4. Games do not speak through a language that is self-referential, and are therefore not at least somewhat concerned with themselves, and Games About Games are unique in that sense.

Games have a language they use to speak to gamers and that language is developed through consistency. Classical game design is reliant on a language of self-reference.

Self-reference is the basis of game design and architecture. When I complete a level in Castlevania for example, the set of mechanics does not switch out between stages. I do not go from playing a platformer with strict controls to playing a rhythm game. And when I complete a level in Castlevania the jump and whip controls do not change either.

On an even smaller scale, among the most basic tenets of game design is challenge escalation, the idea that games get harder as they go on, and challenge escalation already implies that we take old content and remix it into new content per James Howell’s terminology and criticism. A basic example would be the introduction of axe knights into situations in which medusa heads appear in Castlevania, after the introduction of both elements separately. For us to understand these moments, we have to understand similar elements from the game previously, such as in the Castlevania example where we have to understand how best to move around the Medusa heads and also how best to approach the axe knight, the dissect and recombine both of those understandings to be able to parse out this particular challenge.

5. Games do not speak through a language that references other games, and are therefore not at least somewhat concerned with the cultural context in which they exist, and that Games About Games are unique in this sense.

Think about how many games have a jump button, and how many games build challenges around jumping, or shooting, or improving characters by changing the parameters of what that character can do through statistics. The fact that we have common enough terms on which to establish genres, which in games are largely defined not just by narrative tropes, but by similar sets of system mechanics basically denies this outright. Some games are as simple as “This game, but with that idea instead of this idea” and that only reinforces that games are constantly existing in reference to each other.


To me, the attempt to denounce Games About Games has the result of attempting to insist that games exist in a vacuum. This, of course, is not true. Games, like all media, exist in the contexts of culture, both the cultures in which those games were created and the cultures in which they are enjoyed, and criticism in many ways simply cannot exist without understanding pieces of media side by side, by doing intertextual criticism. Our understanding of how Final Fantasy often inverts and subverts religious myth is enriched by an understanding of how Dragon Quest tends to do the opposite. Our understanding of the politics of Metal Gear’s approach to action gameplay that attempts to de-emphasize violence are enriched by an understanding of how most military fiction games do the exact opposite. The idea that Portal is something like a “feminine” re-imagining of the shooter only makes sense by comparing it to the “masculine” shooters we perceive it as responding to.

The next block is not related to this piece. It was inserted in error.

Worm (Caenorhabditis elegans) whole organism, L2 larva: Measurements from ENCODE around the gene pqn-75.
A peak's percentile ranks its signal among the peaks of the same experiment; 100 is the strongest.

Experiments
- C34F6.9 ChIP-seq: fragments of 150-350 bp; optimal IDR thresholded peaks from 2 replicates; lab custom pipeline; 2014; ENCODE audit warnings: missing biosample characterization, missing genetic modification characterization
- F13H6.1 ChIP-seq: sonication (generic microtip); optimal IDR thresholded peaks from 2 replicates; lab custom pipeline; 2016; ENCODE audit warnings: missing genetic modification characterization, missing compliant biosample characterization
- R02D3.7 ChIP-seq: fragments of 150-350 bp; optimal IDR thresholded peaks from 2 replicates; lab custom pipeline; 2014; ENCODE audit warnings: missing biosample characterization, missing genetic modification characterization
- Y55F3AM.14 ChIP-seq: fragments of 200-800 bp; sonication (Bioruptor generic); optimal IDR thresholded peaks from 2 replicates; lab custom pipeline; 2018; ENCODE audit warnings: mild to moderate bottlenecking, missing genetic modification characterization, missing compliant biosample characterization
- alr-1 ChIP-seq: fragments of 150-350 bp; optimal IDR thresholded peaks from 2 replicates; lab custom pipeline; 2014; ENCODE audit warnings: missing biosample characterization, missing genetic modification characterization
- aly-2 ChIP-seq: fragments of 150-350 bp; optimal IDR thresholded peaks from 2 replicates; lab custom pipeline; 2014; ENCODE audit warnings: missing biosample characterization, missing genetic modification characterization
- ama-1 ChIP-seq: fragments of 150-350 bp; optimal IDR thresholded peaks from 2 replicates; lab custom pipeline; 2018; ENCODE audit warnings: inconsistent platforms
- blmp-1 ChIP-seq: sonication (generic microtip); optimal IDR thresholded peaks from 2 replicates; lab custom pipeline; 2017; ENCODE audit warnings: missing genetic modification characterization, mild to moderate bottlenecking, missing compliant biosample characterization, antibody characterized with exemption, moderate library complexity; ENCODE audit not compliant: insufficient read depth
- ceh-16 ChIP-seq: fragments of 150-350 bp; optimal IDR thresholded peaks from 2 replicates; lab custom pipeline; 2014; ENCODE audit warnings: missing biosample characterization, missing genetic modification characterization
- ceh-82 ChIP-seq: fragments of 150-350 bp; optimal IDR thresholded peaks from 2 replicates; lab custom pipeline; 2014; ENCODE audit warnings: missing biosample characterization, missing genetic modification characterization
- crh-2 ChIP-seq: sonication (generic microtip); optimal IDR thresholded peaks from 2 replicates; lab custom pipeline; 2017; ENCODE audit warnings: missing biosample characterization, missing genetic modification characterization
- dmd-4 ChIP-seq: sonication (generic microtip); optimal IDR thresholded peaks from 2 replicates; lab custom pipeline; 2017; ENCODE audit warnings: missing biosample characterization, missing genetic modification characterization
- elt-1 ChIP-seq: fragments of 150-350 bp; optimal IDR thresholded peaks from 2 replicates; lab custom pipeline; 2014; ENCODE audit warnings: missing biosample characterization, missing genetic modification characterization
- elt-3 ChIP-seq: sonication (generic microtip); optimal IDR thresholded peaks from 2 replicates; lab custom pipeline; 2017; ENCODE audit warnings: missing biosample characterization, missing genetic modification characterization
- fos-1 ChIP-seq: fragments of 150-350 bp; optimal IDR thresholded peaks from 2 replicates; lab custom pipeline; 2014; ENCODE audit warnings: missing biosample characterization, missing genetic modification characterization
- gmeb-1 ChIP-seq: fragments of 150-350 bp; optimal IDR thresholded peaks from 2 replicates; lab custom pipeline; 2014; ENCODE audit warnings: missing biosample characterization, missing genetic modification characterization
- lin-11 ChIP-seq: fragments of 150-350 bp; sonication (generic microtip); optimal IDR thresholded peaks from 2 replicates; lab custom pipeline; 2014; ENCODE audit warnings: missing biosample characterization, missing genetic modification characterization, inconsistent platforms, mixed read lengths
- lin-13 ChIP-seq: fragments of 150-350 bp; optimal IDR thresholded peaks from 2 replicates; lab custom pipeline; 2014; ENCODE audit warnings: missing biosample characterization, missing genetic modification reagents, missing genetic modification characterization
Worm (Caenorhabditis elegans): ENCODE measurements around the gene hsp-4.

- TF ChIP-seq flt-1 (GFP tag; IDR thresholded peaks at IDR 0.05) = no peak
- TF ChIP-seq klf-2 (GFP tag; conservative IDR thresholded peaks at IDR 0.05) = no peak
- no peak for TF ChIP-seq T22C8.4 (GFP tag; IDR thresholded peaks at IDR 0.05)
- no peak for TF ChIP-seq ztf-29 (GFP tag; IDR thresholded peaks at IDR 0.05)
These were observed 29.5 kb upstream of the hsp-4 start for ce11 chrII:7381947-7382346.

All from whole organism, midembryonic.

I guess in conclusion I should say I understand why it’s easy to tire of the games that emphasize their intertextuality, but I feel like an opportunity is being missed to use these games as a way to rethink our understanding of the medium as a whole.

And for what it’s worth: Spec Ops and Stanley Parable are good games. Braid and Bioshock are not. Thanks for listening.

  • Austin C. Howe.

1 comment:

  1. I agree with the basic conclusion you give, but disagree with the points you argue. Operating on the assumption that the people you speak of when referring to those who derogate Games About Games (or GAG - an interesting acronym!) are literate with regard to games criticism, I don't think that most of the points you discuss hold up. That is, I don't think the Brendan Keoghs and Leigh Alexanders and Ian Bogosts of the world would, if pressed, really contend that GAG are only about games, or that GAG are uniquely concerned with their cultural situation. If you are arguing in a more nomenclatural sense that these people are not speaking precisely when they talk about GAG, and thus missing a chance to really engage with what it means to be a game, I would find that more plausible. I, and I have to imagine others who think about such matters, "read" if you will Spec Ops or Braid in much the same way I read House of Leaves - it's intertextual, certainly, but it is intertextual in a different way from Finnegan's Wake, and it's not solely an intertextual piece, which seems to be the argument you make about games critics. All of this is to say I don't think you give enough credit to the people you are writing about. As I said earlier, I do think you are spot on in that we as games critics/people interested in games haven't used the recent spate of intertextual works to examine the nature of gamehood as much as we ought to have.